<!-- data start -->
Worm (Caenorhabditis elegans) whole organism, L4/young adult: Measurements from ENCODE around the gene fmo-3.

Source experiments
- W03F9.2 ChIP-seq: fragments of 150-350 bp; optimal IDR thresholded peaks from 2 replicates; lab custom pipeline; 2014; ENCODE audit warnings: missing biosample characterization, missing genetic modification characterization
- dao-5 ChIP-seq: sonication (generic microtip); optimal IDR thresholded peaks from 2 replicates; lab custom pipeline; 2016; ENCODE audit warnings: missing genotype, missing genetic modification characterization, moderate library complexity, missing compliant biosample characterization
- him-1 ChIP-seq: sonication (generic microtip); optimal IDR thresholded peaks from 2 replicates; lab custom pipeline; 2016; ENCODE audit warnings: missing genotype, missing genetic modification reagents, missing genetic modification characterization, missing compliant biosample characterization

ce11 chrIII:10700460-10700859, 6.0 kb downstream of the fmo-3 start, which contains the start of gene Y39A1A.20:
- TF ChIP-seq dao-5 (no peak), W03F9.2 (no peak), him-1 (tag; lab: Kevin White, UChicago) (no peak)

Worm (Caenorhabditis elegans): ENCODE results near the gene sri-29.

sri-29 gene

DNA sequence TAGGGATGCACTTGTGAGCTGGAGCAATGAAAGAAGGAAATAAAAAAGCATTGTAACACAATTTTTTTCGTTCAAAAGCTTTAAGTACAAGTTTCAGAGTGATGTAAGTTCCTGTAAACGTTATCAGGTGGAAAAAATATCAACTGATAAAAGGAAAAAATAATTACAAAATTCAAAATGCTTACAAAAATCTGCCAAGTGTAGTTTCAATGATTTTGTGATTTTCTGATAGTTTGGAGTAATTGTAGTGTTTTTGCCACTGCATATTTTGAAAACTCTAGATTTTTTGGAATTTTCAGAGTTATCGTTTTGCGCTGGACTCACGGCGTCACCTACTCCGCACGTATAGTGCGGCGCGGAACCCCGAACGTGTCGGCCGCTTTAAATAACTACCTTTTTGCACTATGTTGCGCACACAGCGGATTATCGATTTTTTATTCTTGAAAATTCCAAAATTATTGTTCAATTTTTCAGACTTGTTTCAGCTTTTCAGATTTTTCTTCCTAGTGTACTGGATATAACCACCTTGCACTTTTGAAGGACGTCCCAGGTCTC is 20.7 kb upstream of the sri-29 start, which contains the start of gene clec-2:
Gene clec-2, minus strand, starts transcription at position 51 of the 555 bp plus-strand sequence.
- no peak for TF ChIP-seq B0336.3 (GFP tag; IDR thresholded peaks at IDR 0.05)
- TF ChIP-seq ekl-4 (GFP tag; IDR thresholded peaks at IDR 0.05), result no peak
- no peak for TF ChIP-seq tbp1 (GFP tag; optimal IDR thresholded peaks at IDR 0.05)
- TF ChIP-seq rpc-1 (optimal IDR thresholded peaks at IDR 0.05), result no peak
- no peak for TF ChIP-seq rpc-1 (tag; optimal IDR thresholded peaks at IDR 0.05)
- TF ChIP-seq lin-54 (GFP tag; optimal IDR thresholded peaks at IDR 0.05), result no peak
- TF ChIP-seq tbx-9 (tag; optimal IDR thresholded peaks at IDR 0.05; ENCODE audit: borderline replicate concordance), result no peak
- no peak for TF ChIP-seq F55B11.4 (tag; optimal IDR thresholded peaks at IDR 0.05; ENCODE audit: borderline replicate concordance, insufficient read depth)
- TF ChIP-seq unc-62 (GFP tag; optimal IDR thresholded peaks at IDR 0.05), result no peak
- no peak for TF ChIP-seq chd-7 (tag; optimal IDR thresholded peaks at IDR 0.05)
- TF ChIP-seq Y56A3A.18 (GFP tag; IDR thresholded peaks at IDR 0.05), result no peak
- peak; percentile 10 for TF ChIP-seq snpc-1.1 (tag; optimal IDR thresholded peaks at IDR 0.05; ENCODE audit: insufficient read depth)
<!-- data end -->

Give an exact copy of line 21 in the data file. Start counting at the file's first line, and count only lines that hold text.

- no peak for TF ChIP-seq chd-7 (tag; optimal IDR thresholded peaks at IDR 0.05)